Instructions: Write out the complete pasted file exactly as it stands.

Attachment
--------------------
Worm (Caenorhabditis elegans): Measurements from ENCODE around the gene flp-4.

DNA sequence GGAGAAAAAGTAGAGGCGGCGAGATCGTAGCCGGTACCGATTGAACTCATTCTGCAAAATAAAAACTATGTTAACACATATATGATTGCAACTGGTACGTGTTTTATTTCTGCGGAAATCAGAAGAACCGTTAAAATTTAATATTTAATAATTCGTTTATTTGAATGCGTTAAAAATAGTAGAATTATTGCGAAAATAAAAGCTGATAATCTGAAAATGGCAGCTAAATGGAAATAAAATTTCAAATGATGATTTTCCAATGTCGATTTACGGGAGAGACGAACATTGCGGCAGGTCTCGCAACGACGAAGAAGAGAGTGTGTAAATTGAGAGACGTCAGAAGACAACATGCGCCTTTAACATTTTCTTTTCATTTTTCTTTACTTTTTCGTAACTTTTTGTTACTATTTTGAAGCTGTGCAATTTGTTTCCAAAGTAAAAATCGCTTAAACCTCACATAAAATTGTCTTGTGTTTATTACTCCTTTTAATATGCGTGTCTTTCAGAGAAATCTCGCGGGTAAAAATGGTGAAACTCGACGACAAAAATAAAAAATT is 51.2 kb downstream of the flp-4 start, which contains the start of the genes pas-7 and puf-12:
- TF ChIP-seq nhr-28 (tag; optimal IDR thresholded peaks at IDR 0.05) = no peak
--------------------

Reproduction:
Worm (Caenorhabditis elegans): Measurements from ENCODE around the gene flp-4.

DNA sequence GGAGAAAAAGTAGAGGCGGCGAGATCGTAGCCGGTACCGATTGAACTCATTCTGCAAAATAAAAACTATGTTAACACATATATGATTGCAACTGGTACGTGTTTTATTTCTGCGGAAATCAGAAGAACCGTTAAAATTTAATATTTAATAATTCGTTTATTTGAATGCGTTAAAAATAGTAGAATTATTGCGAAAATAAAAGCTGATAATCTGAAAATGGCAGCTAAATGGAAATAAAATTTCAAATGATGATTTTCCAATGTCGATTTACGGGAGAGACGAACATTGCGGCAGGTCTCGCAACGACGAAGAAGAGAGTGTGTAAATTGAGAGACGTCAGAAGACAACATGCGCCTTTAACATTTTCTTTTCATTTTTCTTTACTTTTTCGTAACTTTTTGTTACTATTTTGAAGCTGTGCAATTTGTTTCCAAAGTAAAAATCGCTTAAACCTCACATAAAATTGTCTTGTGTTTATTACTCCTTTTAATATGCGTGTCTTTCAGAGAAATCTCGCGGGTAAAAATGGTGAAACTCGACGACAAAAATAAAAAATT is 51.2 kb downstream of the flp-4 start, which contains the start of the genes pas-7 and puf-12:
- TF ChIP-seq nhr-28 (tag; optimal IDR thresholded peaks at IDR 0.05) = no peak